Living in God's Story

By: Joshua Harris - MCS Bible Teacher

     I love stories. Some of my fondest young memories involve curling up with my parents as they read me a book or asking my grandmother to tell me one of her many stories. I craved story, and to this day, if I go too long without reading or hearing a good story, I feel like I am missing something in my life. This is because narrative is an essential part of human culture and experience. We want to know who we are, where we’ve come from, and where we’re going. Stories help us answer those questions in profound ways. We don’t simply need to hear the facts, we need to feel it. Stories connect with us at that deeper level, affecting the way we perceive and interact with the world around us. The greatest stories are meant not merely to be heard, but to be inhabited. They become part of our lives.

     God loves stories too. His Word is replete with true accounts of his interactions with human beings across several millennia. Some of these tales inspire us, as in the account of Shadrach, Meshach, and Abednego standing up for God’s truth in the midst of fierce opposition (Daniel 3). Others serve as a stiff warning (Think, for example, of the story of Annanias and Sapphira in Acts 5.). Still others, like the life of David, do both at the same time. We find stories through the Old Testament and the New, even in places we may not expect, such as the prophets (e.g. Isaiah 36-39) and the letters of Paul (e.g. Gal. 1-2). Jesus himself frequently used stories in his teaching in the form of parables. In total, nearly half of the Bible takes the form of narrative and this should alert us to the fact that story matters.

     You will sometimes hear it said that the Bible is God’s instruction manual for life or “basic instructions before leaving earth,” and I understand the sentiment behind those statements. However, such descriptions vastly undersell both the beauty of Scripture and the role it plays in the life of the believer. The Bible is more than a manual that gives rules to live by (though it certainly includes those). If it were, we could simply memorize the rules and then have no further need for reading it. Instead, the Bible takes us on a journey that begins on a cosmic scope with the creation of the world, continues in the garden with the origins of humankind and their tragic fall, and follows the story of God’s people, the Israelites, through whom God promises to bless all nations (Gen. 22:18). The New Testament records the fulfillment of that promise in the life, death, and resurrection of Jesus Christ, the outworking of that revolutionary event in the early church, and finally foretells the end of the age when God will put an end to all evil and suffering. This story, God’s story, is a narrative to inhabit. It’s not just a story to know, it’s the story that changes everything. Through it, we know who we are and why we exist. We learn how we should think, feel, and act. In the process, we come to realize that, contrary to our selfish desires, we are not the main characters of the story. However, we also learn that we do have a role to play and that being a supporting character in God’s grand narrative is no small job. It will require us to immerse ourselves entirely in our roles. An enthralled novel reader may feel like they are so engrossed in their book that they are part of that story, but in the case of a believer reading Scripture, it is actually true. Through reading the Bible, we learn to live out that story in our daily lives. We are not given a script, but rather, like an improv actor, we learn to understand what the story requires of us and we act accordingly.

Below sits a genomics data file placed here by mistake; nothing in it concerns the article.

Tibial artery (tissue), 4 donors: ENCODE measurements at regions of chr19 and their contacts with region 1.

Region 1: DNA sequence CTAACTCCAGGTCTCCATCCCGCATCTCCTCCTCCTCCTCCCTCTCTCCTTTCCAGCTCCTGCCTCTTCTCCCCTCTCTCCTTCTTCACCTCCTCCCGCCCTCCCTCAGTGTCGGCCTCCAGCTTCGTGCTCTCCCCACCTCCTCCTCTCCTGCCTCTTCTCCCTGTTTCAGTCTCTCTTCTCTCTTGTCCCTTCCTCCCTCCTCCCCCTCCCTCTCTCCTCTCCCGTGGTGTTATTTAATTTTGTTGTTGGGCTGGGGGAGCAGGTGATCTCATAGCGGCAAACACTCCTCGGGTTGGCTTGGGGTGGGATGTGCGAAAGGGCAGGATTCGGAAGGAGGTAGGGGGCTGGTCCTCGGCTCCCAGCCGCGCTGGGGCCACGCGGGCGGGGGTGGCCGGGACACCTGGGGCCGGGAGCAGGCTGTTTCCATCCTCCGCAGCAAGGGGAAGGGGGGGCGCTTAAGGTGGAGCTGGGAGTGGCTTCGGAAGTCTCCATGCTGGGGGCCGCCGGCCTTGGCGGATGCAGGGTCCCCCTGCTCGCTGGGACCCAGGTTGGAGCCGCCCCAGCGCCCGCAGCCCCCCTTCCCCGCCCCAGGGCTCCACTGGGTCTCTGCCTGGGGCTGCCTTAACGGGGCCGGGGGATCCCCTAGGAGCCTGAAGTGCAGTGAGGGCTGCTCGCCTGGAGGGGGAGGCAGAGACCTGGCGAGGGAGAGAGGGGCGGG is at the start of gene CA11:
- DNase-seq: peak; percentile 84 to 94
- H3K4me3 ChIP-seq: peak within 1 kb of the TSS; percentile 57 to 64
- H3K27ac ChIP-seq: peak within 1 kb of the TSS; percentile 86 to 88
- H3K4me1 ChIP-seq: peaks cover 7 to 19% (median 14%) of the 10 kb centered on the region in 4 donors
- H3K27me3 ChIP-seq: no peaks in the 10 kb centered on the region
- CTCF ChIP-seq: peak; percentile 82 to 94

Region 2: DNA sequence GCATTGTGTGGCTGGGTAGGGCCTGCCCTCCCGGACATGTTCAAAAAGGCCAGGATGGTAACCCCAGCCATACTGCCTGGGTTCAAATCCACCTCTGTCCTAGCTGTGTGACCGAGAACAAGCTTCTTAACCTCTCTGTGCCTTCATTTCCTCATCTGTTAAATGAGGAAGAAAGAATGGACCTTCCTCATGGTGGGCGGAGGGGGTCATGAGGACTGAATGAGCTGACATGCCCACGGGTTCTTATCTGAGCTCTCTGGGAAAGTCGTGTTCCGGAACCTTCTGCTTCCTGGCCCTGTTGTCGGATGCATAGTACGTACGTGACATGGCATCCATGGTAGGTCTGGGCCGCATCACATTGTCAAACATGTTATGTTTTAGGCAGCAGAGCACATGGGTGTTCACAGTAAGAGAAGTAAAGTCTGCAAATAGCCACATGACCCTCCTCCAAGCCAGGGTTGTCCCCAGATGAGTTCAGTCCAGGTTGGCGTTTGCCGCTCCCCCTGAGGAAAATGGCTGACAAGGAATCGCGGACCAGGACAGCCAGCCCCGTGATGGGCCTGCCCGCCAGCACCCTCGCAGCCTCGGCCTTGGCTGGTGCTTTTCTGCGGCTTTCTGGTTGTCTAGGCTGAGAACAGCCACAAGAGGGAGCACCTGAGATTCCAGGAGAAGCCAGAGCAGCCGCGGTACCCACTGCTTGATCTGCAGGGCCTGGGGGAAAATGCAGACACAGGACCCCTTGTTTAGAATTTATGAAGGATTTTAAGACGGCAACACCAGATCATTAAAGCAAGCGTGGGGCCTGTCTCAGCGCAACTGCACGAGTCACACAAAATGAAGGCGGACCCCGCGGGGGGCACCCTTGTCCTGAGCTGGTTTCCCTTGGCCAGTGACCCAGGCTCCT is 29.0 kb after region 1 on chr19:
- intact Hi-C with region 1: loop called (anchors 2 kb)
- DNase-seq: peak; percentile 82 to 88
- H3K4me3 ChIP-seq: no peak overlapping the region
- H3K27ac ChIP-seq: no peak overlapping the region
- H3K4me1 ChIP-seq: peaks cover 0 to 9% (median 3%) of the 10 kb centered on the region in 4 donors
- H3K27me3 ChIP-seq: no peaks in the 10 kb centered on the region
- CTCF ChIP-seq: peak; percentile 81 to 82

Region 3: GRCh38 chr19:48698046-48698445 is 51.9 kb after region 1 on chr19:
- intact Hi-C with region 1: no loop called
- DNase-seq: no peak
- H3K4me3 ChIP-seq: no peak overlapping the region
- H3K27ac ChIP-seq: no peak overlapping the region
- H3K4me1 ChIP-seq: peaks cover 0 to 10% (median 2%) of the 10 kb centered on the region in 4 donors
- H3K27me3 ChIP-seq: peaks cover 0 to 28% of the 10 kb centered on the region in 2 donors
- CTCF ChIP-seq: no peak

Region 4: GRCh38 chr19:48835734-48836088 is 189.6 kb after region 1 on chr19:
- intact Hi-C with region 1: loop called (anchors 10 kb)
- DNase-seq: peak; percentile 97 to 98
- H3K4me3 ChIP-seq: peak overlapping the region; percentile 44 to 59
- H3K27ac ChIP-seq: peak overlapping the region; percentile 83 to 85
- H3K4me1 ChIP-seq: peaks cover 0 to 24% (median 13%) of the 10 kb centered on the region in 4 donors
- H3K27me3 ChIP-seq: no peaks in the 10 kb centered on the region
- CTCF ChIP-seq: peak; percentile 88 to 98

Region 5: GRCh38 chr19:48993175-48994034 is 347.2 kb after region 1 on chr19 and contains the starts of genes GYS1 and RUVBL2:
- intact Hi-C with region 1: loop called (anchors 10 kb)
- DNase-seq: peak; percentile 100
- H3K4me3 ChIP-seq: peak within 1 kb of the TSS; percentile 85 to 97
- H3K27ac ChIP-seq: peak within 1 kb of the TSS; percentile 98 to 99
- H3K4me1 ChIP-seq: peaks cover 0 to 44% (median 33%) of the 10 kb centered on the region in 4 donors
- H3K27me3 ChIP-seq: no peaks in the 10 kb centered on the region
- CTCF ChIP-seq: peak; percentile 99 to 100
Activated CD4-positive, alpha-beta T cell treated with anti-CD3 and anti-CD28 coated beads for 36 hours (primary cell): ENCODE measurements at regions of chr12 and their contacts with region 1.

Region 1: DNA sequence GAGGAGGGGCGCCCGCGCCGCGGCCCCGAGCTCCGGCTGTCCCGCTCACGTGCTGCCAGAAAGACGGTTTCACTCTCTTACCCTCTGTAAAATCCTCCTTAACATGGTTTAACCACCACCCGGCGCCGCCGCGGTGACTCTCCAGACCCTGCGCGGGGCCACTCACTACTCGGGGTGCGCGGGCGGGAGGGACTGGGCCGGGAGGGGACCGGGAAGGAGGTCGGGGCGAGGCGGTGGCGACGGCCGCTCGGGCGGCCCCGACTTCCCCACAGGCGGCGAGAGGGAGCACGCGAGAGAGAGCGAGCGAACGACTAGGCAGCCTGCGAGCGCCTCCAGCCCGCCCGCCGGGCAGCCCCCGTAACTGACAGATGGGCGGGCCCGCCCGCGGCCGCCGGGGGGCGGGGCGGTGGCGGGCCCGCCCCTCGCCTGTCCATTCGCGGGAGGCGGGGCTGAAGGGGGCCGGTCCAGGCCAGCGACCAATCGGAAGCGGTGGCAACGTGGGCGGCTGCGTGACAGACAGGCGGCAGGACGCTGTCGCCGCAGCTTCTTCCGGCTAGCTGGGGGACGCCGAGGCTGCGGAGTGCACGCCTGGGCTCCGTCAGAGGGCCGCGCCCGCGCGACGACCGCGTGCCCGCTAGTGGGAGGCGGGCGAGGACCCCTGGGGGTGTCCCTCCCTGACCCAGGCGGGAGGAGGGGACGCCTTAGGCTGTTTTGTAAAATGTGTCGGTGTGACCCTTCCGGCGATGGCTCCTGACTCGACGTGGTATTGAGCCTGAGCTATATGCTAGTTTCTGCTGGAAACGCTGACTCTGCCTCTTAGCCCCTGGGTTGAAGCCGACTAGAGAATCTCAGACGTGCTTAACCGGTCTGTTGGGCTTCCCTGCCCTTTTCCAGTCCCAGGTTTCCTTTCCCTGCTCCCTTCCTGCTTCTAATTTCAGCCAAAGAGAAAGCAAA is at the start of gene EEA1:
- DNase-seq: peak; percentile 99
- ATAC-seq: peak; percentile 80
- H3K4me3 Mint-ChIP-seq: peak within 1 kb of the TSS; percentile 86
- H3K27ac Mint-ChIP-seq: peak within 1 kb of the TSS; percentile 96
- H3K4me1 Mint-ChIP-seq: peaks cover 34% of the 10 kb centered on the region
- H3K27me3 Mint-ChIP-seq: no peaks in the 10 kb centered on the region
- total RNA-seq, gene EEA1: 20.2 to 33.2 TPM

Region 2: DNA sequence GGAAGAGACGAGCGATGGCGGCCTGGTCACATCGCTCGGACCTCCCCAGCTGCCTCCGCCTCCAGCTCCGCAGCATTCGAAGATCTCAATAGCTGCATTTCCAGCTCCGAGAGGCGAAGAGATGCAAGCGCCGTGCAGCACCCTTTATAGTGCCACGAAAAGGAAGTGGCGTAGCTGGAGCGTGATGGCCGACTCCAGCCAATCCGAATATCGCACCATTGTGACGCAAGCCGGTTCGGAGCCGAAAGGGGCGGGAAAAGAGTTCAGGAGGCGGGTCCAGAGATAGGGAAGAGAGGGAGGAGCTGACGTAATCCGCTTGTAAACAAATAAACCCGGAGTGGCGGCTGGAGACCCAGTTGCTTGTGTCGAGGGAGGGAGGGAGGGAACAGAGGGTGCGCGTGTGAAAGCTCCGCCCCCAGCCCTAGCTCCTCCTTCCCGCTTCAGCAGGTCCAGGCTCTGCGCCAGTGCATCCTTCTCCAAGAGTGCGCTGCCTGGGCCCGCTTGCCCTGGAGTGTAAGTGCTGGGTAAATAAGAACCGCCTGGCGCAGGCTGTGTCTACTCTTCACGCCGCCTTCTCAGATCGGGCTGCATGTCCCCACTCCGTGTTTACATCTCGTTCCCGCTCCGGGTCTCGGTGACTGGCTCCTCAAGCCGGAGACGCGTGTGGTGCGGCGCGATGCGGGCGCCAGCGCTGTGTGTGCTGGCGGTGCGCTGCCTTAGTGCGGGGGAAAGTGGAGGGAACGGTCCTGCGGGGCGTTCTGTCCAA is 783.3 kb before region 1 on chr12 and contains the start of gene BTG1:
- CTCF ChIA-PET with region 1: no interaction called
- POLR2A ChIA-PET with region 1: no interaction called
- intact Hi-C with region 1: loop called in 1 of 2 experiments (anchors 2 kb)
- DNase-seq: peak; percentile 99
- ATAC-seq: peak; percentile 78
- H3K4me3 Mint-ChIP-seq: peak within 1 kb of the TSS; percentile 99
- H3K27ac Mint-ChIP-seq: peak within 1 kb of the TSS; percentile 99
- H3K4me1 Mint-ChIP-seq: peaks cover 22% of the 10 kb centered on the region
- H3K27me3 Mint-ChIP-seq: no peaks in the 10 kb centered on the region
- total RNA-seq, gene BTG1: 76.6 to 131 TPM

These truths dictate the way that I view my calling as a Christian educator. Our mission as teachers at Madison Christian is to immerse both ourselves and our students in God’s story, learning more about who God is and, in light of that, who we are. Only when they inhabit this divine story, will our students truly find purpose, freedom, and flourishing, abundant life.